Is your hair looking dull or oily for no reason? Pollution may be the cause. We explore its adverse effects on hair and the scalp and the best ways to prevent and manage the damage caused.
Hair is susceptible to an invisible threat that affects everyone and is all around us: pollution. As a rising concern, studies have shown that it has the ability to negatively affect your locks and the scalp, and can alter your hair’s appearance while causing subsequent harm(1). Here’s how.
Who does pollution mostly affect?
The most common form of pollution is airborne - think road traffic, industrial activities and smog. For this reason, if you’re living in a city or urban area, you have a higher risk of encountering pollution. But before you swear off city-living forever, remember that hair is susceptible to damaging aggressors whenever you’re outdoors and especially when exposed to UV rays- which have an adverse effect on the protein within hair(2). In severely polluted areas, a very high amount of particulate matter (which includes minute pieces of soot, dust and grime) along with smoke and other gaseous pollutants can be present and, as a result, harm hair.
pollution (in the form of fine particles such as aluminum, copper and iron) settles on the scalp, and causes damage and irritation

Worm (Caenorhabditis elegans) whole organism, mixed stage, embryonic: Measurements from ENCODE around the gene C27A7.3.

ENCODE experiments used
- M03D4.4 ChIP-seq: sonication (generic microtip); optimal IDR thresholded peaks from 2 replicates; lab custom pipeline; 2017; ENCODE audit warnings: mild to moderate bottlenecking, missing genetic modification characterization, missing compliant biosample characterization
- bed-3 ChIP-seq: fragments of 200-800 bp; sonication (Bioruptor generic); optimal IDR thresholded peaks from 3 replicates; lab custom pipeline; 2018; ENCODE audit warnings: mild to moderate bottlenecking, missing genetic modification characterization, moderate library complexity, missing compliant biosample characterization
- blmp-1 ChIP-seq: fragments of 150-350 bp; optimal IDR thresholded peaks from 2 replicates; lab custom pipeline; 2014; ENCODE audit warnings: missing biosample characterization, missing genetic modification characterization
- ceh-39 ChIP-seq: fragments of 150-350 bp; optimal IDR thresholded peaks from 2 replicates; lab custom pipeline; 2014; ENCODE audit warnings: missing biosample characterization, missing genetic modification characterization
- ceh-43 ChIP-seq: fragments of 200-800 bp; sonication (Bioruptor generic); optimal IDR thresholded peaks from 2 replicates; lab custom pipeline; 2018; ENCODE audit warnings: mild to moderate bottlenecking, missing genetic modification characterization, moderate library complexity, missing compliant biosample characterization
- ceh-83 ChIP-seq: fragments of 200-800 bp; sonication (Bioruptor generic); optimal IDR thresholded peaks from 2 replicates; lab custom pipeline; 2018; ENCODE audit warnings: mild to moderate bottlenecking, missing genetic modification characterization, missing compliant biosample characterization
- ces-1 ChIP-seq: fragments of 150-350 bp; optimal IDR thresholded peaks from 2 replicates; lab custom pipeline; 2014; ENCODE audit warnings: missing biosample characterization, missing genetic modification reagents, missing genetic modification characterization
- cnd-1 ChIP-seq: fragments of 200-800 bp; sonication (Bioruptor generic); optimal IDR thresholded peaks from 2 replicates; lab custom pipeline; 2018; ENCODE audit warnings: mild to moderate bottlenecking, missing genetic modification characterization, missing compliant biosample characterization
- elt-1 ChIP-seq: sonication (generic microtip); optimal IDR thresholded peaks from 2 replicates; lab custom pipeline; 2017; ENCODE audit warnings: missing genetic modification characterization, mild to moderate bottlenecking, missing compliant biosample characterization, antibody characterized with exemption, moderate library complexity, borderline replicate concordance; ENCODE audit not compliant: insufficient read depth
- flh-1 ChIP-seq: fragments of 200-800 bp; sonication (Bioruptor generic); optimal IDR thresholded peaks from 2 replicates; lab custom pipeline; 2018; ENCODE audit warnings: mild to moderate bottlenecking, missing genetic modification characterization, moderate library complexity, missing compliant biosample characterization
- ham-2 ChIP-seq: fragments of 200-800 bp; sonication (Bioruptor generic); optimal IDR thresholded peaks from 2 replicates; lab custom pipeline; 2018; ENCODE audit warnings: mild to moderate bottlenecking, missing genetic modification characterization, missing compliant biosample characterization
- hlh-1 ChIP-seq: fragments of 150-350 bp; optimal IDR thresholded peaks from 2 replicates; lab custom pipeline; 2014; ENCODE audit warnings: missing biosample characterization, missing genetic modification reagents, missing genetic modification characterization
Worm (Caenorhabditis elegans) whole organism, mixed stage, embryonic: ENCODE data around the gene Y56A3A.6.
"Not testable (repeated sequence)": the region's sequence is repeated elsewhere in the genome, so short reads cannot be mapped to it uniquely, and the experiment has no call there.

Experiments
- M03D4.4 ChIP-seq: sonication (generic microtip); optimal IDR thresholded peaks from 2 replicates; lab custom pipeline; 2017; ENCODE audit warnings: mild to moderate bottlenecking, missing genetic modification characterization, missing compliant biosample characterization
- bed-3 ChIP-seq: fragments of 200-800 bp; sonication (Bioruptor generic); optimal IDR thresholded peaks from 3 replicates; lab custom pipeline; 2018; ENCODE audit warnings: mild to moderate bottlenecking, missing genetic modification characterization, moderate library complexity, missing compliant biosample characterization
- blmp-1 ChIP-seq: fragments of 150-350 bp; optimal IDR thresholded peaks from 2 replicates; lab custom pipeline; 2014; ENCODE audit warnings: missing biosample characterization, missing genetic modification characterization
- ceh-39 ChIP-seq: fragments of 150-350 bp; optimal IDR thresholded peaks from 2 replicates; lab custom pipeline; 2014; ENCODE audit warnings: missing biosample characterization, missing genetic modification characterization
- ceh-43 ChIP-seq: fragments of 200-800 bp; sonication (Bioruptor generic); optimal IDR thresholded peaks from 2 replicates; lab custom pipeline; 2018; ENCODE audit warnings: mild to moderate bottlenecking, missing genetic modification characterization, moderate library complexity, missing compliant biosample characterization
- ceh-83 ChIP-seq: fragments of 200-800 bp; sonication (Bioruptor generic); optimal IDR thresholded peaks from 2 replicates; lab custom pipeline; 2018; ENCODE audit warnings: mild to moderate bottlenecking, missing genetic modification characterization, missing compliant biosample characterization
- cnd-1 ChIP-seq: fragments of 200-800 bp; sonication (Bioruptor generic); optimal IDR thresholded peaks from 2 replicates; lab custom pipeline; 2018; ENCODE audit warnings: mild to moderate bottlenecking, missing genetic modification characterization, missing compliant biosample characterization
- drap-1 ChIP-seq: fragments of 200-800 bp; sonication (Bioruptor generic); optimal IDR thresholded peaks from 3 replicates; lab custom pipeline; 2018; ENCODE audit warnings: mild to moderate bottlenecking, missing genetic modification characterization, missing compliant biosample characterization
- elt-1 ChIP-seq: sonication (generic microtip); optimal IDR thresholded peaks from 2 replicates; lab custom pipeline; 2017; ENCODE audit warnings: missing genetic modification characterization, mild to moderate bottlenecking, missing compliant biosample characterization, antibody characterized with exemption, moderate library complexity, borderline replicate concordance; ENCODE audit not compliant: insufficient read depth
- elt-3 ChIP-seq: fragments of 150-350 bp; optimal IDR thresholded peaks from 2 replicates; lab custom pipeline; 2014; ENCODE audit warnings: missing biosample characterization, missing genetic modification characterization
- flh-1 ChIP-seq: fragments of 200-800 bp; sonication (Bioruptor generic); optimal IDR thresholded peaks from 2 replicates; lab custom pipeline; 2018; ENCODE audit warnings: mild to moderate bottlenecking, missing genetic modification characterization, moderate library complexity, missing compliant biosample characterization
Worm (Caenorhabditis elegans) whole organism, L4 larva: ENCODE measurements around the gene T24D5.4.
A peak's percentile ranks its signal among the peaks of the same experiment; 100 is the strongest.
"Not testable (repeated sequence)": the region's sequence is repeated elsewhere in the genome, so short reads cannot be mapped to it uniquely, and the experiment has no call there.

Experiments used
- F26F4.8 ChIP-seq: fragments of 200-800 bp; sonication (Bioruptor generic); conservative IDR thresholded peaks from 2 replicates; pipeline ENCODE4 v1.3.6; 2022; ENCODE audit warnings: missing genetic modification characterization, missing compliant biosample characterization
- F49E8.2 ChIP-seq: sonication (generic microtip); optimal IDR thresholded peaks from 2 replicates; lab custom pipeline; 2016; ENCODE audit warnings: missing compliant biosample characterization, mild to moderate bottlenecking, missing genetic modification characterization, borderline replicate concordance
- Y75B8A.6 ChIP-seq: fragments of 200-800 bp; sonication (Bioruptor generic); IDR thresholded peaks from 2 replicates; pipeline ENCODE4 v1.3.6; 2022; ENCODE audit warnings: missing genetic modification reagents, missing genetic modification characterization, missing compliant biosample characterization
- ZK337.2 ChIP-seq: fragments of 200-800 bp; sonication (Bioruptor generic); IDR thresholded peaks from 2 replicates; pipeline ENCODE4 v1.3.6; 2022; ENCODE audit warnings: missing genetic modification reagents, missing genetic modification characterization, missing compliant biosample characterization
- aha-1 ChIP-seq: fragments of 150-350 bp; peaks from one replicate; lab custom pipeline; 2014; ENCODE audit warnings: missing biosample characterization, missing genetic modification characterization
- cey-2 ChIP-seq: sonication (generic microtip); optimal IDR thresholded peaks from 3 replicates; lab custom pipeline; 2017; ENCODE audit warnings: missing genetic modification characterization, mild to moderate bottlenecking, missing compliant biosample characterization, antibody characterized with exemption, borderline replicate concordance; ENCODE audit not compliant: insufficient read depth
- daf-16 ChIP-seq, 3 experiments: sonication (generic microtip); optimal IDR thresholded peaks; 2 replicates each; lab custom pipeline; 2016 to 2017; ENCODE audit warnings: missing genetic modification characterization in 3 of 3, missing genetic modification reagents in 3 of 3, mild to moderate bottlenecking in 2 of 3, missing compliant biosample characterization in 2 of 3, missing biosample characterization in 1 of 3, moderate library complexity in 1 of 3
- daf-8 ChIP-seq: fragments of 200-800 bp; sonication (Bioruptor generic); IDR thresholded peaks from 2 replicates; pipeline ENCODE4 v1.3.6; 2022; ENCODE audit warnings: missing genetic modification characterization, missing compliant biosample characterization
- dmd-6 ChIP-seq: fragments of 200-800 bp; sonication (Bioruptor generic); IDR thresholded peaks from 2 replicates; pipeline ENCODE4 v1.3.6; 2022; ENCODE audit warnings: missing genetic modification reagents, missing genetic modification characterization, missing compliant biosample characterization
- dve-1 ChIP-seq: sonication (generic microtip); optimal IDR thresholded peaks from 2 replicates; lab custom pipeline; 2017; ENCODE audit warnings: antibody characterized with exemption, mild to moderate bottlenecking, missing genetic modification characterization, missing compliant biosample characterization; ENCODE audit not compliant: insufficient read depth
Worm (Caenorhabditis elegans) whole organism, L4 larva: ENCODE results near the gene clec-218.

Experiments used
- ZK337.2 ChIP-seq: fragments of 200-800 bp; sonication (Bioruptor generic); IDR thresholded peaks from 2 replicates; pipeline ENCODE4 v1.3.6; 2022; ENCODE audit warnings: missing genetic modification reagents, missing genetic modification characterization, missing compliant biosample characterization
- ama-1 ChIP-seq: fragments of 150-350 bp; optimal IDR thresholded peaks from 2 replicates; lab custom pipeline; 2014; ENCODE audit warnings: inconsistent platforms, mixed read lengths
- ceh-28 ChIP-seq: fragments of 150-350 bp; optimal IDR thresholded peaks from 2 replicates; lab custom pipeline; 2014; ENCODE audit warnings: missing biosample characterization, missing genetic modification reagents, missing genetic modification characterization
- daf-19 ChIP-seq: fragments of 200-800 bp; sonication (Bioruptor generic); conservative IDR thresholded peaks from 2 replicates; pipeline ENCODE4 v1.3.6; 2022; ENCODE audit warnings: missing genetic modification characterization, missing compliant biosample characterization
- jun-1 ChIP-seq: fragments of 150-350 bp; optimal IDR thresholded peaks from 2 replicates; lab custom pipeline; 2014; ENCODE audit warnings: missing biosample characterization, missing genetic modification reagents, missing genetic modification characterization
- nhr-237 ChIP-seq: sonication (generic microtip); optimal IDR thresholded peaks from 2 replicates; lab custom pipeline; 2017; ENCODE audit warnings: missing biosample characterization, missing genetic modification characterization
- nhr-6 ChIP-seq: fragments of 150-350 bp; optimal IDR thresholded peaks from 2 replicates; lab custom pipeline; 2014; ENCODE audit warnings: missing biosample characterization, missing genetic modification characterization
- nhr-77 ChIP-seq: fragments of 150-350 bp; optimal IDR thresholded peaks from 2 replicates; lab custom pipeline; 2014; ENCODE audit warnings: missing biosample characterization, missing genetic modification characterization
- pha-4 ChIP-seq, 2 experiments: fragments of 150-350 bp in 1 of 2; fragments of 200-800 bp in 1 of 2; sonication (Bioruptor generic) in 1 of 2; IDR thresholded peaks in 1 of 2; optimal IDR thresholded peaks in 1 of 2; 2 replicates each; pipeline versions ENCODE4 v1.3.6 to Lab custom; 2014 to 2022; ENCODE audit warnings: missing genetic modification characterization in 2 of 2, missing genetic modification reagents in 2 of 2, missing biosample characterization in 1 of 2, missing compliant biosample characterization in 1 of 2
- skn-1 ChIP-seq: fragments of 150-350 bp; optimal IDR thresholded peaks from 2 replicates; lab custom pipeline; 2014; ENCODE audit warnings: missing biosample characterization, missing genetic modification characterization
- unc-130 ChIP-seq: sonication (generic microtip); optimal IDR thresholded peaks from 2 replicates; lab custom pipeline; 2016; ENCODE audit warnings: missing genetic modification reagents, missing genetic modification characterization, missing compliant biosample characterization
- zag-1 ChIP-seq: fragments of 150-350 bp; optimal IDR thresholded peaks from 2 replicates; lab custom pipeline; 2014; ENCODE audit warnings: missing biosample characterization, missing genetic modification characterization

How does pollution affect hair and the scalp?
Pollution affects your locks in two ways- on the scalp and on the hair. Firstly, as pollution (in the form of fine particles such as aluminum, copper and iron(1)) settles on the scalp, it causes damage and irritation. This can manifest as an itchy scalp or as dryness (with skin conditions like dandruff and dermatitis appearing). And to make matters worse, it can also affect the quality and texture, weakening hair and leaving it vulnerable to split ends and breakage. Hair’s appearance can also change, becoming dull and brittle, while friction or static within hair can increase(3). All factors which mean bad news for your locks.
Secondly, studies concluded that pollution is visible in hair fiber, as it adheres to the hair and has a negative effect on its shine and softness. Further studies revealed that pollution goes even deeper, affecting the internal structure of hair(1). It should come as no surprise then that pollution is one of the main triggering factors of sensitive scalp, which can be related to hair loss(4). This occurs when the scalp is overwhelmed by an accumulation of certain heavy metals, which interfere with the hair cycle. And in case you needed further proof that pollution is bad for your hair, studies also suggest that those who experience balding or hair loss often have a higher concentration of lead, copper and cadmium (all associated with pollution) present in their hair follicles, and lower concentrations of zinc (which is responsible for hair growth), in comparison to those without hair loss(5).
What can you do to protect your hair from the effects of pollution?
While it’s impossible to guarantee that your hair won’t encounter pollution, there are methods you can take to prepare your locks. Follow these 5 steps below to ensure that you’re protecting your hair properly:
Use anti-pollution hair care products